[4] One of the strengths of the first Timebot was that it used the Google API to the Google Calendar allowing someone else tyo do some of the grunt of 'available on all platforms' visual status. These days we are moving towards a more fluid and autonomous internal 'bot.[5]

[5] There are a number of anecdotes about TB, especially when it has a mini-breakdown and gives some exceptional or unexpected behaviour. Recently it has been given textual abuse and shown the hopper.jpg that it can go 'suck on'.[6]

[6] I piqued your interest but just don't ask to see. Once seen it can never be unseen.

[7] Grand project you say my dear, what is that then? Well you will have to wait, it isn't a secret... but it has its own thunder. It is about automation, management and installation of software. It's a tough nut that our brightest brains have been smacking up against for over a decade.





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One Decade Down

Part Seven - Open Source Software Consultancy

Precis

This is a bit of a story, a bit of a history, a bit of a documentary, and hopefully a lot of entertainment and theatre about Shadowcat Systems.

We are ten years old and to celebrate that fact I want to write ten unique little pieces about Shadowcat that hold as a memory of our first ten years and a celebration of that decade down. All of these pieces are scheduled to be released throughout the whole of our 10th year.

An Open Source Consultancy?

We have always prided ourselves on being a good Open Source Consultancy, but what does that actually mean to us?

It might mean that we primarily use Open Source, which we do, in order to reduce costs to our clients. It might mean that we use Open Source Tools as they represent the best of breed in a modern world, as proprietary software is often seen as sluggish, de-innovative and filled with protections that prevent adaptability and evolution. It might mean that we engage with the philosophical concept enshrined by libre, that free software allows the sharing of not just work, but ideas, concepts, that it inspires instead of restricts. It might be that we love communities and contributors.

The truth is that it is of course all of these. One element we pride ourselves on the most is that we are upstanding members of the community. Being part of Open Source isn’t just using the tools or agreeing with the methodology, it is contributing to the projects.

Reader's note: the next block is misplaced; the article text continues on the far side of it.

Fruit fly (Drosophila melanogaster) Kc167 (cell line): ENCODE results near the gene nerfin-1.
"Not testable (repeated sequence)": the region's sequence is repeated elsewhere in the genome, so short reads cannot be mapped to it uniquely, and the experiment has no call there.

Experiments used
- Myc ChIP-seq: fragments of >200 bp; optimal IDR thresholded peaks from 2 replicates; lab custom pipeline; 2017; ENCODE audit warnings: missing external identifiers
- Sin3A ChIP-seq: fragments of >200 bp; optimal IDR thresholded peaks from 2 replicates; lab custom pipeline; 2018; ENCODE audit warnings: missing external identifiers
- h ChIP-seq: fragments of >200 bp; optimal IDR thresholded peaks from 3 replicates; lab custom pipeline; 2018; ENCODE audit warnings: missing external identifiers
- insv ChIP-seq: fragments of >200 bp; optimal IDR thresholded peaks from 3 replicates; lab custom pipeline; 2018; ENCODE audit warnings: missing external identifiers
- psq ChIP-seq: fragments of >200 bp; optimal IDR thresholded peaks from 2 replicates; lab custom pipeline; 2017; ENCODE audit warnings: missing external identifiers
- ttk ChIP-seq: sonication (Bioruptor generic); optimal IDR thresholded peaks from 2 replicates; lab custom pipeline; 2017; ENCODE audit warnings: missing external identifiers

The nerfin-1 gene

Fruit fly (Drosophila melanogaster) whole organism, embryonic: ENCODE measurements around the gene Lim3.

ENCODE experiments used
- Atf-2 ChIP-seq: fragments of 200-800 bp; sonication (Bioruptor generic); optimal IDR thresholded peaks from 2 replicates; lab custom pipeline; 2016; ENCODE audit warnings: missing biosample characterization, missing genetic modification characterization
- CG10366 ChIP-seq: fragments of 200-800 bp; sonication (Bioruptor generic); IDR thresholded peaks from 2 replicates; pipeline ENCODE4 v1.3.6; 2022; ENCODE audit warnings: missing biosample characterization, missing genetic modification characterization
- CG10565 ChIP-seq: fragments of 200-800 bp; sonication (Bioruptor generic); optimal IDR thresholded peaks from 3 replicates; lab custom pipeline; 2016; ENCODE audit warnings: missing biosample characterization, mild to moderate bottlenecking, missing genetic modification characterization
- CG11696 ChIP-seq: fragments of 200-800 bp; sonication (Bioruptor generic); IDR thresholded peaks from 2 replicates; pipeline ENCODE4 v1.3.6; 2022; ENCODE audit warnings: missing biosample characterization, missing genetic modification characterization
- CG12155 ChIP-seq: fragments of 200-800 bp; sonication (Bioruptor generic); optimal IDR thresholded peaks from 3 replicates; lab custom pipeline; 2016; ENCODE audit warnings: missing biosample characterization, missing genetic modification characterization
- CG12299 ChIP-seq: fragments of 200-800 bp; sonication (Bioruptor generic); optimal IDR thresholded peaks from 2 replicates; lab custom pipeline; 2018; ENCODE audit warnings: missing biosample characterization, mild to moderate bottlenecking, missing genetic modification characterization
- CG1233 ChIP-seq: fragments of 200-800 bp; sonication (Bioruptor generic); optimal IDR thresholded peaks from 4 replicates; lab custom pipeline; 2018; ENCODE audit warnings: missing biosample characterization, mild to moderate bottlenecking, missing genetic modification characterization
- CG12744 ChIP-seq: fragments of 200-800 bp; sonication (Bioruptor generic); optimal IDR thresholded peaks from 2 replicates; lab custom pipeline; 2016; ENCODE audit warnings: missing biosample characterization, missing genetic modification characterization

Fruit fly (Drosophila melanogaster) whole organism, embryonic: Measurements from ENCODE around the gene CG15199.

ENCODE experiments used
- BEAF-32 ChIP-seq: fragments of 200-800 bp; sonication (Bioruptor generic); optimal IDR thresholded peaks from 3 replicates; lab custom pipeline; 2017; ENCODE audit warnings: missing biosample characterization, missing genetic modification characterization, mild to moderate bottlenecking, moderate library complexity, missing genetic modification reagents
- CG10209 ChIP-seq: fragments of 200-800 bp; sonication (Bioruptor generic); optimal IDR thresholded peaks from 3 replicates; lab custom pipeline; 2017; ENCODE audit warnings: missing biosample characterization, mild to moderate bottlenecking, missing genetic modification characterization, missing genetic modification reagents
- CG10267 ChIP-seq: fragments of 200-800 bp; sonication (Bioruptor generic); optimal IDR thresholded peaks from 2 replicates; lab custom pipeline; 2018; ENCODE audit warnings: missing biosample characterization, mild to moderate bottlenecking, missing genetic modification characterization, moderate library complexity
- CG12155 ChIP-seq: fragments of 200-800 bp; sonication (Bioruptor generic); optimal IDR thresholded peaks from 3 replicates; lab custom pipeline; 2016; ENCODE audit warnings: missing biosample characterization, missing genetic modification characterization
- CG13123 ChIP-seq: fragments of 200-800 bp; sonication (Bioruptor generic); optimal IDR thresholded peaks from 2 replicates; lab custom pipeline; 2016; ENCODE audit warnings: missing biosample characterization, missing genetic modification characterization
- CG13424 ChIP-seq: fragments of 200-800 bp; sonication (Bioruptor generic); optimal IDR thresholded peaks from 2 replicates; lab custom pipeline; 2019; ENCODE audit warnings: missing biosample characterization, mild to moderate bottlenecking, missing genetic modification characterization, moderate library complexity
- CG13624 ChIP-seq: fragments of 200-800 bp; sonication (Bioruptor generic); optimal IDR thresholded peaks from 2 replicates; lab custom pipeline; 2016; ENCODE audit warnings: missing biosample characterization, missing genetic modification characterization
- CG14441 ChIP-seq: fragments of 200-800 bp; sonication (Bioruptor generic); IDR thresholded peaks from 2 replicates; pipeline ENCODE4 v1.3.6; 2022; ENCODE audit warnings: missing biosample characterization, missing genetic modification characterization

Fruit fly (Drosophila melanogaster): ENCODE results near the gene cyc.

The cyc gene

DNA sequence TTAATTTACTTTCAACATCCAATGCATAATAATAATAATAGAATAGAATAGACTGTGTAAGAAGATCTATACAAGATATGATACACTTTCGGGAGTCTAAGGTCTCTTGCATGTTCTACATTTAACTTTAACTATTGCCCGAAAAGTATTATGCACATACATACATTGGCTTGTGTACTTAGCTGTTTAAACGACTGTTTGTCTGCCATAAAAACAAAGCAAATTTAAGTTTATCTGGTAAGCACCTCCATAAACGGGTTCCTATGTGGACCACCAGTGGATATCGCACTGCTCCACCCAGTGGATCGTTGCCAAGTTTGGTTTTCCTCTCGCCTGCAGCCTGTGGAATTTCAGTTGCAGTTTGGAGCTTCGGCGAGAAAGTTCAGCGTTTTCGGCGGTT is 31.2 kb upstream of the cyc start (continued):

Over the years Shadowcat has created, or contributed, to a large number of projects, but some of the most memorable are:

  • Dbic (DBIx::Class) (http://www.dbix-class.org/) (https://metacpan.org/pod/DBIx::Class)
  • Moo (https://metacpan.org/pod/Moo)
  • Local::Lib (https://metacpan.org/pod/local::lib)
  • Fat::Packer (https://metacpan.org/pod/App::FatPacker)
  • Devel Declare (https://metacpan.org/pod/Devel::Declare)
  • Reaction (https://metacpan.org/pod/Reaction::Manual)
  • TAK (https://metacpan.org/pod/Tak)
  • Object Remote (https://metacpan.org/pod/Object::Remote)
  • Web Simple (https://metacpan.org/pod/Web::Simple)
  • Catalyst (http://www.catalystframework.org/) (https://metacpan.org/pod/distribution/Catalyst-Runtime/script/catalyst.pl)
  • Dancer (http://perldancer.org/) (https://metacpan.org/pod/distribution/Dancer/bin/dancer)
  • Moose (http://moose.iinteractive.com/en/) (https://metacpan.org/pod/Moose)

… there are many more

You Possibly Used our Software Already!

So this is an anecdote that I like to use, mostly to non-technical people, as it shows the influence of developing and engaging with community software. The conversation goes something like this:

  • Me: So you have probably already used some of the software we originally developed.
  • Them: I doubt it.
  • Me: Have you ever used the iPlayer?
  • Them: Yes.
  • Me: In the UK?
  • Them: Yes.
  • Me: So we created a piece of software called DBIx::Class and that was used by the iPlayer team at the BBC to power some of calls to databases on servers.
  • Them: Really?
  • Me: Yes, so there is a good chance that you used some software that we created and contributed for free.
  • Them: Wow.

Or sometimes…

  • Them: I bet you wish you had charged for it now?

Which is really missing the point. However to my knowledge there are still parts of the iPlayer substructure that use Perl and more specifically Dbic as an ORM, so even today there is a good chance that a large number of people have used some software that Shadowcat (more specifically Matt S. Trout) originally created. The project has now over 200 contributors and is a standard module for many people working with Perl and databases.

That’s one of the beautiful elements of working with Open Source and being an OS Consultancy, you never know what big thing you are going to be a part of and a whole lot of people are willing to help you create that just because it seems like a good idea to them as well.